Tag Archives | Human Rights

Conservative manifesto very warm on the Union, cool and correct to the Republic, no mention of special status in ” a comprehensive free trade and customs agreement”

TORY LAUNCH: Here I concentrate on those matters of specific interest to Northern Ireland. Remember that while manifestos tend to be mainly broad brush, they convey a sense of direction. The rhetoric of this one is modern British Unionist, as would be expected with the Union under threat but it avoids Rule Britannia jingoism.

For Brexit, British and Irish citizens’ rights are not yet guaranteed. Interchangeable rights for all should be the aim

The issue of reciprocal citizenship rights after Brexit is turning out to be more complicated than at first thought. It extends well beyond confirming the status quo to embrace work and pension rights for new immigrants from the EU as well as the 3 million existing residents.  Even when an EU citizen’s rights in the more…

“Brexit has become a central question in the identity conversation and that is dangerous”

In a commentary  “Brexit and Northern Ireland” on the EPC discussion paper( see below) the  legal academic Chris McCrudden  asserts the primacy  of the Brexit question and laments the  “ tone deafness” of the UK government to  Northern Ireland’s interests. But while he rightly sees the need to set priorities in the interparty talks, he doesn’t more…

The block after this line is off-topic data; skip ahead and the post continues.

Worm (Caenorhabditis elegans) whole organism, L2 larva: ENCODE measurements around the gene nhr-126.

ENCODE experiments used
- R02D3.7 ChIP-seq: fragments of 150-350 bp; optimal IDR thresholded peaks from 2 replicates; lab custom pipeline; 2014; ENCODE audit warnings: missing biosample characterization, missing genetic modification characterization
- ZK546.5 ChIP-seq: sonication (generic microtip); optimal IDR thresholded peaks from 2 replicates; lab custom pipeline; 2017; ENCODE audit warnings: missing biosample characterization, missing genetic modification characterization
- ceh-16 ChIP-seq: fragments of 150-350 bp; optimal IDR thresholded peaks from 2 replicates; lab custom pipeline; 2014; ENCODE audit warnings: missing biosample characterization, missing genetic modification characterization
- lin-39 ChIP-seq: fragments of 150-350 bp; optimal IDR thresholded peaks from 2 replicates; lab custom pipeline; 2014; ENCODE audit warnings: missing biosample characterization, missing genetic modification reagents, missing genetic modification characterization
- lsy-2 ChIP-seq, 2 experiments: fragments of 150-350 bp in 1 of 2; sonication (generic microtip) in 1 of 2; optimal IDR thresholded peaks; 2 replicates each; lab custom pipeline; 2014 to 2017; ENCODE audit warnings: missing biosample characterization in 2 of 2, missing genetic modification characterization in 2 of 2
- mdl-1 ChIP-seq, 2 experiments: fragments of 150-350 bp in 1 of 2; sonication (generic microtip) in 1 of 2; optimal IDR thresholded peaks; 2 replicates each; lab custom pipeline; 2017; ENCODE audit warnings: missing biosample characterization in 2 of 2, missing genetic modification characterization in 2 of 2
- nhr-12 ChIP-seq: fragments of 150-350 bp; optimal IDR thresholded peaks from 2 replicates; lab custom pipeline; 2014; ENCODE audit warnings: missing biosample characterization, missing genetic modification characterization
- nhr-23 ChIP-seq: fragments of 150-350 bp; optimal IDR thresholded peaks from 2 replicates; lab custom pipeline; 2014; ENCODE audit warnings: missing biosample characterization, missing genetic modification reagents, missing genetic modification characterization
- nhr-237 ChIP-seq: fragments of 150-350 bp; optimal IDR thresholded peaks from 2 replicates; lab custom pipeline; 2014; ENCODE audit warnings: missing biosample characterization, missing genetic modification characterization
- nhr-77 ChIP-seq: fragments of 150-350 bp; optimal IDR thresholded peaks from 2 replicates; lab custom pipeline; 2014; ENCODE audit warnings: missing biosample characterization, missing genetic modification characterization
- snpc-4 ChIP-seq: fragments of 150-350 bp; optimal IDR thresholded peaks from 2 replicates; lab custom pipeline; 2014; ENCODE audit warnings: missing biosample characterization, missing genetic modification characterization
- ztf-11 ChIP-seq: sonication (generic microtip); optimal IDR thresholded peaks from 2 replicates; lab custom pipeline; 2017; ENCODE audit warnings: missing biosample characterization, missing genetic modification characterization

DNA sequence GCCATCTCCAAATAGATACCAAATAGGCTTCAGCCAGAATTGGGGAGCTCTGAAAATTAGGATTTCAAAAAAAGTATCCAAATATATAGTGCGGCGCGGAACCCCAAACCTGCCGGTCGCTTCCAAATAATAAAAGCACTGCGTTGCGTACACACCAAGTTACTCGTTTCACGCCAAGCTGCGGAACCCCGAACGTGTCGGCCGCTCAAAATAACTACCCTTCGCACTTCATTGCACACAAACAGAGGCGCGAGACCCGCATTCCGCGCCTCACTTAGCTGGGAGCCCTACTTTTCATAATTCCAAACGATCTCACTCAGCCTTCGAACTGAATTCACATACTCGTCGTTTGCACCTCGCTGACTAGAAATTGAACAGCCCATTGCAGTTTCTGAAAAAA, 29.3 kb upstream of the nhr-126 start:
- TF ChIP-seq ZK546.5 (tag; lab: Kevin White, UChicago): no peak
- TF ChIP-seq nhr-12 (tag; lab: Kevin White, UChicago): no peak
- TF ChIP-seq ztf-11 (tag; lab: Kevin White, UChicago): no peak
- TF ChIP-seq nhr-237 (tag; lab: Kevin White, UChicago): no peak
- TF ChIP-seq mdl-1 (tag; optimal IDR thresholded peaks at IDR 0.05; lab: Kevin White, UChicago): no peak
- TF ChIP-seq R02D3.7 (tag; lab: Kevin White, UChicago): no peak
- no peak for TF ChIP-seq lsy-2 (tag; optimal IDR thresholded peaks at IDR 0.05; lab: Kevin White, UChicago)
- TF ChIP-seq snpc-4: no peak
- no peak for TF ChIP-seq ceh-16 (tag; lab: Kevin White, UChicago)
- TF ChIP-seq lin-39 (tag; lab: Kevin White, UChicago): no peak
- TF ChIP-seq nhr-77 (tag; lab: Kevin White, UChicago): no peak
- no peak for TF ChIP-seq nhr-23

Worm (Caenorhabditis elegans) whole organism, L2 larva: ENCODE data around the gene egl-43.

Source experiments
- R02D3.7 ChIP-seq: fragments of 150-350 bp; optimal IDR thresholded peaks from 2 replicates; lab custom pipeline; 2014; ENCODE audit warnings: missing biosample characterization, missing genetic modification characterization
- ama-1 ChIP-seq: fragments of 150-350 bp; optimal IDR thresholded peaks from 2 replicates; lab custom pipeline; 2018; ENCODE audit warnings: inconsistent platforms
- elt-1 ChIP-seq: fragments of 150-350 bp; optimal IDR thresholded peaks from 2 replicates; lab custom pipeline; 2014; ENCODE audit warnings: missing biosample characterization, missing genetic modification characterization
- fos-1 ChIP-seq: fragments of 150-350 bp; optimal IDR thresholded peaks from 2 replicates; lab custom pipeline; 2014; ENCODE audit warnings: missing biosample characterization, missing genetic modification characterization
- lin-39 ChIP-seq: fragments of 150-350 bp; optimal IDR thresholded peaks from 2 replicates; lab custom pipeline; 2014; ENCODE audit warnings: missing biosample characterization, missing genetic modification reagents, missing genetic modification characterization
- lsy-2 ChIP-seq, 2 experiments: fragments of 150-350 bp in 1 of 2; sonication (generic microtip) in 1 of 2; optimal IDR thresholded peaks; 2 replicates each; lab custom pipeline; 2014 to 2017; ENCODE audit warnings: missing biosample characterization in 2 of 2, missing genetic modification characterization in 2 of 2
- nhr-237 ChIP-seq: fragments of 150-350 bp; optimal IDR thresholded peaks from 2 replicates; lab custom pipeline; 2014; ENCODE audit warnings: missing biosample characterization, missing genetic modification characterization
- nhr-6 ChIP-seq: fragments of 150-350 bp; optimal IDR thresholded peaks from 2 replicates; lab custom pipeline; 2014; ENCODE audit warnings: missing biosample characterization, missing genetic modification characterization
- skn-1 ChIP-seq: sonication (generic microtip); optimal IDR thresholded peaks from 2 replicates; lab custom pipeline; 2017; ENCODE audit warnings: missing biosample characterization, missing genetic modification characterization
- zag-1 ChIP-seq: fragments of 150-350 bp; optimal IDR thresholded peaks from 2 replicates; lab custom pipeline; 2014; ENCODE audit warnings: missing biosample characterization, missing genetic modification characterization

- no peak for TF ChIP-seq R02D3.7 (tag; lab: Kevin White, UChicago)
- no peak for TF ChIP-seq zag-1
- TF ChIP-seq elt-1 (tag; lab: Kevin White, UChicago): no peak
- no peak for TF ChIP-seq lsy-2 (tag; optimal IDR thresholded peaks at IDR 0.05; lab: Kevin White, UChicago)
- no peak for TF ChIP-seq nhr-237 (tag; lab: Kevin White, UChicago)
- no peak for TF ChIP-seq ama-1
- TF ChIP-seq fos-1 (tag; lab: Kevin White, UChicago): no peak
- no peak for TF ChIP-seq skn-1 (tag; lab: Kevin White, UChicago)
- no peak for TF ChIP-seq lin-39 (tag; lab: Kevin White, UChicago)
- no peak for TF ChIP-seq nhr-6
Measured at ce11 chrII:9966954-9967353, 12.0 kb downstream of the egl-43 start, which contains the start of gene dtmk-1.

On Brexit, the Irish are caught between two opposing forces, but at least they’re showing more invention and concern about the North than the British and northerners themselves

The ritual opening shots in the Brexit campaign must leave the Republic feeling caught in a trap in a dialogue of the deaf between two opposing forces. So much, so sadly predictable, in spite of all the warm words- although the crudeness of the exchanges is perhaps surprising. It’s pretty clear that the Irish government more…

Amnesty for soldiers and police officers appears imminent after the election. And the effect on prospects for restoring the Assembly?

The government appear to be on the brink of taking the legacy of the Troubles out of the hands of the Assembly. The only  question remains if they would entertain an agreed counter proposal from the Assembly parties . You can work out for yourself  the prospects of that The Times (£) are reporting that more…

Advance on abortion law reform and the treatment of women generally is now inevitable in the Republic. But will it go the whole way?

For readers catching up, the Times (£) has a good pull together on the prospects of seismic change to the Republic’s abortion law. In a series of votes over the weekend, the citizens’ assembly, set up to consider the issue, recommended that abortion should be available up to 12 weeks after conception “with no restriction more…

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Rights are tricky things, especially when it comes to the ‘right to life of the unborn’ and the ‘equal right to life of the mother’…

I get a distinct feeling of unease when I hear an individual or a group on the media complaining that their ‘rights’ to something have been infringed. I wouldn’t necessarily have thought that these people can make any such claim, but they are often vocal in their assertions. A group, for example, may take over more…